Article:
Nestboxes make prime real estate for birds

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Nestboxes make prime real estate for birds

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The snow may have vanished as quickly as it appeared but the cold, dark days of winter have lingered on. This being said, do not become too accustomed to these seemingly bare days, because if you look a bit closer you might just find the tiny green buds flourishing on our trees and the overzealous shoots ready to blossom at any second. Then take a second to listen to the increasing trills of bird song and inhale a deep breath, spring is right around the corner.

National Nest Box Week is a BTO event that has run for over 15 years from 14 – 21 February and aims to encourage everyone to put up nestboxes to promote and enhance the biodiversity of our breeding birds.

As the seasons turn, the behaviour of our birds is changing and you might just witness the various courtship rituals of those garden birds you spotted during your Big Garden Birdwatch. Most British garden birds mate for the season and straight away begin the search for the perfect location to call home. House hunting is a difficult task for us all, but it can be especially tough for birds. This is largely due to more gardens becoming meticulously trimmed to perfection, old buildings being demolished and holes in fences or houses being filled in. Nests must not only be designed to hold eggs but they must offer insulation to both eggs and parents, protection from predators and shelter from the elements, so location is vital to the success of the brood. The nesting habits of each bird species have evolved over many thousands of years but with the number of potential sites decreasing, they could all use a bit of help and our gardens can offer prime nesting real estate.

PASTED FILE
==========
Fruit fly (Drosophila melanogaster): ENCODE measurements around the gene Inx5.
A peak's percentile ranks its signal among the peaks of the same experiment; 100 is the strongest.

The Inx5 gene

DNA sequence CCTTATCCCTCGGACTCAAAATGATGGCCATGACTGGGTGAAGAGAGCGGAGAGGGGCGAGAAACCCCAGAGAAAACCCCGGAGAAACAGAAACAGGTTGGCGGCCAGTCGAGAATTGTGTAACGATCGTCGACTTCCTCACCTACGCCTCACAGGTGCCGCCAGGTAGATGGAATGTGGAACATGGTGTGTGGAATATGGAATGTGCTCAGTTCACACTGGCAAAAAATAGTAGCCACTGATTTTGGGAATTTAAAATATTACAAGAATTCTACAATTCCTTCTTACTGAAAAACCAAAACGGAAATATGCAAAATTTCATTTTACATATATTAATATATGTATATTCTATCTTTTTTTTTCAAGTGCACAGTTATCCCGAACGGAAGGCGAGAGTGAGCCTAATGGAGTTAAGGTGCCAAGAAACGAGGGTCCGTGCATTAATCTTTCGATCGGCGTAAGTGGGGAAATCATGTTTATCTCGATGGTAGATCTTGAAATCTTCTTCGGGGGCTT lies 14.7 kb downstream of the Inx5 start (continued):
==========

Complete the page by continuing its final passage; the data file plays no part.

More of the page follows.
Photo by Andy Hay

One such method to help our birds is to set up nestboxes in our gardens, with different types of boxes offering homes for particular groups of birds. There have been over 60 species of birds in the UK recording using nestboxes, from the smallest of blue tits all the way up to kestrels and barn owls, depending on the site location and the choice of box. Making a nestbox can be a fun weekend activity for you and your family, or you can trust in the experts and buy a box perfectly suited for your garden birds.

Once you’ve put your nestbox out and your garden birds have claimed it, the whole family can sit back and relax, witnessing the magic of a new bird family being raised right on your doorstep.

Photo by Eleanor Bentall

Make sure you check the event listings of your local RSPB reserve for opportunities to get involved with National Nestbox Week across the Eastern Region.

The RSPB website provides advice on creating different types of nestboxes suited to particular bird groups, or offers ready-made RSPB nestboxes if you don’t fancy crafting your own. Location is vital, so make sure you choose the right place by following these guidelines:

  • Ensure your box is out of reach from cats, generally between 2-5 metres up a tree, fence or wall
  • Try to face it between north and east, as this avoids strong sunlight and the wettest winds.
  • Tilt the box slightly forward so driving rain hits the roof and does not enter the box.
  • Put different types of boxes in relevant places around the garden. For instance, put open-fronted nestboxes low down and hide them well in vegetation.

Photo by Mark Thomas

For more information on creating a home for nature, visit www.rspb.org.uk/homes.

Comments
  • Hi,

      I have permission to erect boxes in 15 mature trees. As this is a residential area owls and any noisy birds would not be welcome. I am not in a physical position to erect these myself. Is there an organisation that would erect and monitor the boxes? I thought it might be the B.O.T. but this is not the case. Can you sign post me to the right people?

    Regards,

    Hooky.